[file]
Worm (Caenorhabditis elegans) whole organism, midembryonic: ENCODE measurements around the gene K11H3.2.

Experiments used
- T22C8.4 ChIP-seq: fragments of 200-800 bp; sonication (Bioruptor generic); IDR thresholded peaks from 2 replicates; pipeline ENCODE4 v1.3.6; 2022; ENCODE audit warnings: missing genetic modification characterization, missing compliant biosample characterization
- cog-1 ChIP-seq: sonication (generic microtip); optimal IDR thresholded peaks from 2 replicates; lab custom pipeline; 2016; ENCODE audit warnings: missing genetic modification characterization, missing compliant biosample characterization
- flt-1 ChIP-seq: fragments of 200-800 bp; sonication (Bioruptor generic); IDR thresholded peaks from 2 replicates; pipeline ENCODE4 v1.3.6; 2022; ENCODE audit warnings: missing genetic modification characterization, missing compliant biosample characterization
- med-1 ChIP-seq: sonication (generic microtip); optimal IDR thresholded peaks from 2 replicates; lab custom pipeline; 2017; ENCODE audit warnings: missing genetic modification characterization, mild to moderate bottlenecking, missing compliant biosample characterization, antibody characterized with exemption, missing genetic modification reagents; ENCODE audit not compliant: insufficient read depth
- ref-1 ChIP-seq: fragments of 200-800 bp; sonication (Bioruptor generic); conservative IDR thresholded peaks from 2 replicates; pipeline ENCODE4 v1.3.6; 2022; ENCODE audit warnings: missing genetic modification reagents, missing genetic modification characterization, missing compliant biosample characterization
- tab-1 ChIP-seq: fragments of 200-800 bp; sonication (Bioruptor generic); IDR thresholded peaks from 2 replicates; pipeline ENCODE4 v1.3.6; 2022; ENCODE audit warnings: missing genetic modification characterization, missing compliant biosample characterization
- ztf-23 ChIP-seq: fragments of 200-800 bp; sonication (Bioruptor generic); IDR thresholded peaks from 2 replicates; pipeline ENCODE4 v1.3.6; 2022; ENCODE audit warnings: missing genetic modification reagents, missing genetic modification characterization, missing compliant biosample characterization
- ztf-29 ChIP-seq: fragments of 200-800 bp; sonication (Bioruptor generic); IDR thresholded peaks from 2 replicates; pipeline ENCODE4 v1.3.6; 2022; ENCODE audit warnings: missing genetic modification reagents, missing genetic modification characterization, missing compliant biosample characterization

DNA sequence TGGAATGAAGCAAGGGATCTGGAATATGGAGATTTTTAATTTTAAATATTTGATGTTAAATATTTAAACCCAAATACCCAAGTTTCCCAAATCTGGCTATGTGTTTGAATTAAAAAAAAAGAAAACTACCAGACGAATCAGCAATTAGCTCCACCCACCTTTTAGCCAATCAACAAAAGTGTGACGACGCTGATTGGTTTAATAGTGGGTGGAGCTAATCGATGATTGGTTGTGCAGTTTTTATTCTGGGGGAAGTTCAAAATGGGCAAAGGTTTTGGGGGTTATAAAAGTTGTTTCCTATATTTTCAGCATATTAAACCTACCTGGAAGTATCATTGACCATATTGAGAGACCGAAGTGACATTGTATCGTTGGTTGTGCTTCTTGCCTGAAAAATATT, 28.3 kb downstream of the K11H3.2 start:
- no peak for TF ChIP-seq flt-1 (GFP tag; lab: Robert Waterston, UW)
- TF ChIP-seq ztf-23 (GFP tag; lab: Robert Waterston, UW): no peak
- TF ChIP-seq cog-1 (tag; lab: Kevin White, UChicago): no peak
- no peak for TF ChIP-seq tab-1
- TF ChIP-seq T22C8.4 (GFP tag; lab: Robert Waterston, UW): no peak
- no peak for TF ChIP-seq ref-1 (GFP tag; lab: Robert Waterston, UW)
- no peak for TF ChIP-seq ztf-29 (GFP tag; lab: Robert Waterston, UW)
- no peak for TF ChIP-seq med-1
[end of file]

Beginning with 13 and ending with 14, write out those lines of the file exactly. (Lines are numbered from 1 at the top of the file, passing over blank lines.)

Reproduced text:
- TF ChIP-seq ztf-23 (GFP tag; lab: Robert Waterston, UW): no peak
- TF ChIP-seq cog-1 (tag; lab: Kevin White, UChicago): no peak